Verses 7 and 8 describe thousands falling on either side of those who trust God, noting, "You will only observe with your eyes and see the punishment of the wicked.” This interprets the death of the thousands as God's punishment for sin and places the deliverance of God's people in that context. In other words, it is not a promise that those who trust God will never die of disease or even in some military conflict, but that they will not suffer those or any other calamities as God's judgment against them for their sin. Their sin has been atoned for by the blood of Jesus Christ.

As we noted in yesterday’s reading, the psalm's promises are for you only if the God of the Bible is your God. And what promises they are! There are four metaphors for the security we can have in God. God will be our "shelter” and "shadow” (v. 1) and our "refuge" and "fortress" (v. 2). There are also four names for God, which give substance and strength to the metaphors. He is "the Most High,” “the Almighty" (v. 1), "the LORD” and "my God" (v. 2). When the psalmist identifies God as his God in the last expression, it is a way of saying that the shelter, shadow, refuge and fortress are for those who really do dwell in God and trust him.

All the psalms are from God and are wonderful in their several ways. But there are some that have commended themselves to God's people as being especially rich and comforting, and to which they have repeatedly turned in times of sickness, loneliness and trouble. Psalm 91 is one of these special psalms. It has been committed to heart by thousands of people, and millions have turned to it with thankfulness in the midst of life's calamities.

Don't you want God to do that? Don't you want your life here and what you do here to have meaning? Don't you want to be a blessing to others? I am sure you do. But I remind you that the only way that can happen is if God establishes your work. May he do that so that others who come after you will be blessed because of you, and so, when you die and appear before God the Father, you will hear him say, "Well done, good and faithful servant! You have been faithful with a few things; I will put you in charge of many things. Come and share your master's happiness” (Matt. 25:21, 23)!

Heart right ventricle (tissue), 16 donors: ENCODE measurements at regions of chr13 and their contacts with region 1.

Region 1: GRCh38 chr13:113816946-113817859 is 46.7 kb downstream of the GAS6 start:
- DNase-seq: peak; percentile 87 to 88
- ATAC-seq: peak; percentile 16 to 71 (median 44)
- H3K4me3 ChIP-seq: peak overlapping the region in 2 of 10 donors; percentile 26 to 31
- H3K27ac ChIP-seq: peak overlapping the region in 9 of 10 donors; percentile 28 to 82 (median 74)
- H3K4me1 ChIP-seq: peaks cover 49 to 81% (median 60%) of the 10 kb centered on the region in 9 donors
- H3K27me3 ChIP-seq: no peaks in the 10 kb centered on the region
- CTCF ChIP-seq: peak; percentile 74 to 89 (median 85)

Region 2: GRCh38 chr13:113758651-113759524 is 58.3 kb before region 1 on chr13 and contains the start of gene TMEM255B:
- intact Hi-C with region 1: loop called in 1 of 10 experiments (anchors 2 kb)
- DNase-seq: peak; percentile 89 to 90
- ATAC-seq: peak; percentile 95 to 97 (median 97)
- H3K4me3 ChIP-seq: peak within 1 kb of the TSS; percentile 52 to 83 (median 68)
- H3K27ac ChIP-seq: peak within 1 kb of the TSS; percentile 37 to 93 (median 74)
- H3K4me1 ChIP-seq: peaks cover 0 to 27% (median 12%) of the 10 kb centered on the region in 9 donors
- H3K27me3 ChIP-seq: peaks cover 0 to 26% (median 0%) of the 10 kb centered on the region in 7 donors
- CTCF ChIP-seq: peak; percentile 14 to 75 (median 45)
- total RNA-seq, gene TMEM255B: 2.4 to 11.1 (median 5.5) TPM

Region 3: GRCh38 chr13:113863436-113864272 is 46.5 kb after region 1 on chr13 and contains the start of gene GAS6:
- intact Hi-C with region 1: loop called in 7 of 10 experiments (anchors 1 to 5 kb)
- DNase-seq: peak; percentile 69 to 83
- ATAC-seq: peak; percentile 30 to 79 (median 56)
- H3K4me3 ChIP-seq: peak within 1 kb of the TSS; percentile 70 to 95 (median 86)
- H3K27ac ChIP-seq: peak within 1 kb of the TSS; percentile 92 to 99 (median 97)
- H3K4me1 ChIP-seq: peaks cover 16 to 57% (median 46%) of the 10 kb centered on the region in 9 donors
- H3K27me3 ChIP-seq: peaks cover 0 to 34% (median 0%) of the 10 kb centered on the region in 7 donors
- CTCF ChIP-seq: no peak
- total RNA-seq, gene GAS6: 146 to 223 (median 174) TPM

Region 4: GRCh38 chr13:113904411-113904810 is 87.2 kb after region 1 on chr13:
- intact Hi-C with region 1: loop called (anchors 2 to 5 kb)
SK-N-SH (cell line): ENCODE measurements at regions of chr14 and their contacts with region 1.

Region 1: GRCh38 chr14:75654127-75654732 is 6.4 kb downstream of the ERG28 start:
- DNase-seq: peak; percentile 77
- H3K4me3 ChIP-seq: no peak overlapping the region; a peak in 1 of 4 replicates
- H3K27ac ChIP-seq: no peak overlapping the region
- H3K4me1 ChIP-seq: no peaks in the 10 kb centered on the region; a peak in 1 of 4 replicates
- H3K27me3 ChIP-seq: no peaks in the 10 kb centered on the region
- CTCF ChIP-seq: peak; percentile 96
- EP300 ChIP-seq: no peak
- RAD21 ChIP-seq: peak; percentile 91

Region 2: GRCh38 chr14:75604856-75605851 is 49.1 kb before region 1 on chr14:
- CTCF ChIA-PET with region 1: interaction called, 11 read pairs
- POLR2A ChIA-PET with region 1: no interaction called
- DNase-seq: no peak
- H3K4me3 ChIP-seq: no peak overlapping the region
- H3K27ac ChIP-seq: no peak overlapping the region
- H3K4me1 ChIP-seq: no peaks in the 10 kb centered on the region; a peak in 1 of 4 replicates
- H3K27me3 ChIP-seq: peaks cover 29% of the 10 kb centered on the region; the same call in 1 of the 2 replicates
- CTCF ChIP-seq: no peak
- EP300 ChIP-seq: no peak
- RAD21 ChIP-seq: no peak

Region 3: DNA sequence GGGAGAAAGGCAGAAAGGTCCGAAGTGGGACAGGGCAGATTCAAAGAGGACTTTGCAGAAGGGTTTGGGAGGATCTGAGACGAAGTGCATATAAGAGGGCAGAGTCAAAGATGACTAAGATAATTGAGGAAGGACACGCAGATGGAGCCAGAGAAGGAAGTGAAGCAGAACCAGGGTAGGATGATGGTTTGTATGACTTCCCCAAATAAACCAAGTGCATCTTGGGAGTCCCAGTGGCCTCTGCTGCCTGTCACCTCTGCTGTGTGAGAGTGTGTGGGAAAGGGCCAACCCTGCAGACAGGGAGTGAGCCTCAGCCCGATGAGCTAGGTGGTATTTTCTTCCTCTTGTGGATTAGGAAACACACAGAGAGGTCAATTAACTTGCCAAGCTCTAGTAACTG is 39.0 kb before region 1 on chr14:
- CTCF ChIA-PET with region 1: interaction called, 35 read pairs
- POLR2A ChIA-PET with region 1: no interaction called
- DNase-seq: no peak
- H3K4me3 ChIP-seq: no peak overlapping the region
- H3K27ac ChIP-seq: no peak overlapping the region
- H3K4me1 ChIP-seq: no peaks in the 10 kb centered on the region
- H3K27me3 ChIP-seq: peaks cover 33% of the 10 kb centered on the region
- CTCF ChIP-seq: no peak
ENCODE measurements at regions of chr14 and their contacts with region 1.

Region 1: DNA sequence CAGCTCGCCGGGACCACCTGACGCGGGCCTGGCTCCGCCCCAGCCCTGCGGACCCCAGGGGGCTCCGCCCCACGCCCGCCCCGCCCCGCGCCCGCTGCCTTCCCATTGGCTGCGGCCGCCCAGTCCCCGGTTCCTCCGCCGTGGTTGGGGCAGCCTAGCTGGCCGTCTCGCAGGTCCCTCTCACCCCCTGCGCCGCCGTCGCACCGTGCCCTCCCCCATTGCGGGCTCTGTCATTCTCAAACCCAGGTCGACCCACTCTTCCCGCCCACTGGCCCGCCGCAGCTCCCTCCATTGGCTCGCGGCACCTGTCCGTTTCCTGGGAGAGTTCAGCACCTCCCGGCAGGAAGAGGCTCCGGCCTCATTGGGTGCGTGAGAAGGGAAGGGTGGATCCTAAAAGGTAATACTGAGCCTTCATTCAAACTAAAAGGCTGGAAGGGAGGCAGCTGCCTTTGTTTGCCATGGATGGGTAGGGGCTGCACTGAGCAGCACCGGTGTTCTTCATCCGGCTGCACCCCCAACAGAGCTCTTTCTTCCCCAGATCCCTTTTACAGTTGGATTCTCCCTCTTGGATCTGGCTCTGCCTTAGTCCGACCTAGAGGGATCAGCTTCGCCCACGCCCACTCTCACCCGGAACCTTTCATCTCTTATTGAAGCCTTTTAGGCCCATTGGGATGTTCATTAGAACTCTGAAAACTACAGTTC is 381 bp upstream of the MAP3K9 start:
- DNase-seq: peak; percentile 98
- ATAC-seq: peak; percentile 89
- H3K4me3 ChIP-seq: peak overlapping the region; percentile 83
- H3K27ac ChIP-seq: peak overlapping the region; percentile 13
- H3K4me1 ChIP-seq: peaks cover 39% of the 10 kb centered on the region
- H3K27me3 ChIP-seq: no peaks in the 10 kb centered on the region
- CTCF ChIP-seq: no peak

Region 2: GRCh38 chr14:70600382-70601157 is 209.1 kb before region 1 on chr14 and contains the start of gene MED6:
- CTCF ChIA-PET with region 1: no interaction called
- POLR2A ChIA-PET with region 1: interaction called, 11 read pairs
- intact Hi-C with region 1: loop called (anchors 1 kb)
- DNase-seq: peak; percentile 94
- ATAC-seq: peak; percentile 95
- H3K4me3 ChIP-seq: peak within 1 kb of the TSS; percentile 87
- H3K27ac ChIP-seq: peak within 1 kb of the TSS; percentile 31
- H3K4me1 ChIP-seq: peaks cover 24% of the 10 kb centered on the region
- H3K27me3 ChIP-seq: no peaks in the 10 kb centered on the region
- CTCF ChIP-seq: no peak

The third section of Psalm 90 (vv. 7-12) recognizes that man's greatest problem is not just his frailty, that is, that he exists for only a short bit of time and is then no more. It is that he is also a sinner and is subject to the just wrath of God. In fact, it is sin that is the cause of his death and misery. Moses must have been thinking of the fall of Adam and Eve when he wrote this (remembering that he also wrote Genesis 3), as well as of his own sin in striking the rock and of God's judgment which kept him from the promised land.